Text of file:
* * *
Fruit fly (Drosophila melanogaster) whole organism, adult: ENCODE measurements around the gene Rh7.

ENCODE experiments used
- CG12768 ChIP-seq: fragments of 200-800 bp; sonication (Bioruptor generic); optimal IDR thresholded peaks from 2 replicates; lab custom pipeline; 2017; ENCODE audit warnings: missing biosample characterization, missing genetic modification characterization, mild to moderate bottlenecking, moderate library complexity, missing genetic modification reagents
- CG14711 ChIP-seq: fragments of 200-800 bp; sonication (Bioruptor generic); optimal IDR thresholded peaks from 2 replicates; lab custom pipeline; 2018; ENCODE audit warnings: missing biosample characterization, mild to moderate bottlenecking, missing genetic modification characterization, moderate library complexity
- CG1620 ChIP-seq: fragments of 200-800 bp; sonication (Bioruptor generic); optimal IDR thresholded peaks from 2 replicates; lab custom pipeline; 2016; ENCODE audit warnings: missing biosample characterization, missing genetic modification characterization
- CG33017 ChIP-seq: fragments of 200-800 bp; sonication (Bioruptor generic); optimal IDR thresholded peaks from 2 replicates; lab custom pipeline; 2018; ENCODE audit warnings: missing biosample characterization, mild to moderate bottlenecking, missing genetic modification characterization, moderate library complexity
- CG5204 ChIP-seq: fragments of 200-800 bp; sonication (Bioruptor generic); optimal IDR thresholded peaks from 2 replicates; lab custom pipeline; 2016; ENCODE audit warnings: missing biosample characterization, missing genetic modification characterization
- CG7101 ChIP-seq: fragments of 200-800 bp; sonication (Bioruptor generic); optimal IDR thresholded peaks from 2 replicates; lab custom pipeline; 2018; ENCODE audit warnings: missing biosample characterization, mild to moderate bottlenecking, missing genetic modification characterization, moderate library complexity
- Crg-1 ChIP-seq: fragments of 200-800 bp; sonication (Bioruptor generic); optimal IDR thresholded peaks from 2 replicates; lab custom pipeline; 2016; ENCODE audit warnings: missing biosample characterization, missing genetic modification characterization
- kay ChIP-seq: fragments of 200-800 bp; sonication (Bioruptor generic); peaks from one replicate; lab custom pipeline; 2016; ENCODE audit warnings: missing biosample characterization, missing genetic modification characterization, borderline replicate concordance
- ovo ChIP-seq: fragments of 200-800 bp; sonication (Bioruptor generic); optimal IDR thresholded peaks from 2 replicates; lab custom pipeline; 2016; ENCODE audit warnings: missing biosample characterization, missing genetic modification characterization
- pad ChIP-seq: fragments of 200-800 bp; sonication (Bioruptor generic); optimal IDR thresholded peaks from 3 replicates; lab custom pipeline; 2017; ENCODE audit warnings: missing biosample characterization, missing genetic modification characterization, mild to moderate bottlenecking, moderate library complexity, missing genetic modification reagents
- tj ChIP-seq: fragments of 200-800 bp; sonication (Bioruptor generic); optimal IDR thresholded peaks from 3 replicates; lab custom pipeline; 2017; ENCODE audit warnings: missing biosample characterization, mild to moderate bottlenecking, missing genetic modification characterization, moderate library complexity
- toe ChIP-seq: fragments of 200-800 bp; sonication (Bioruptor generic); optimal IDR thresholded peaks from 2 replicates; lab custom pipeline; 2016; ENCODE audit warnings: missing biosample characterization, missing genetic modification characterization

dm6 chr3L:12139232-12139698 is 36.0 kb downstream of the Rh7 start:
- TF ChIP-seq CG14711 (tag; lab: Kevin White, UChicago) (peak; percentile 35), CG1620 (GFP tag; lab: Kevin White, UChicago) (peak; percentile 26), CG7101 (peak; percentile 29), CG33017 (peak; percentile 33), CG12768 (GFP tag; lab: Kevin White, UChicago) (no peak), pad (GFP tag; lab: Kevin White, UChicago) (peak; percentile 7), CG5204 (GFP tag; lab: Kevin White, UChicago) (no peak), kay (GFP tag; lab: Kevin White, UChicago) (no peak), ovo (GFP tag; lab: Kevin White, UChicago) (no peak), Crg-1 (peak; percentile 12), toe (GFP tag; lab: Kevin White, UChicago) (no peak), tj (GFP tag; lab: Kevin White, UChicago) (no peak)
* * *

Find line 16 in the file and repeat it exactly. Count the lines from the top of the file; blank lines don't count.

- TF ChIP-seq CG14711 (tag; lab: Kevin White, UChicago) (peak; percentile 35), CG1620 (GFP tag; lab: Kevin White, UChicago) (peak; percentile 26), CG7101 (peak; percentile 29), CG33017 (peak; percentile 33), CG12768 (GFP tag; lab: Kevin White, UChicago) (no peak), pad (GFP tag; lab: Kevin White, UChicago) (peak; percentile 7), CG5204 (GFP tag; lab: Kevin White, UChicago) (no peak), kay (GFP tag; lab: Kevin White, UChicago) (no peak), ovo (GFP tag; lab: Kevin White, UChicago) (no peak), Crg-1 (peak; percentile 12), toe (GFP tag; lab: Kevin White, UChicago) (no peak), tj (GFP tag; lab: Kevin White, UChicago) (no peak)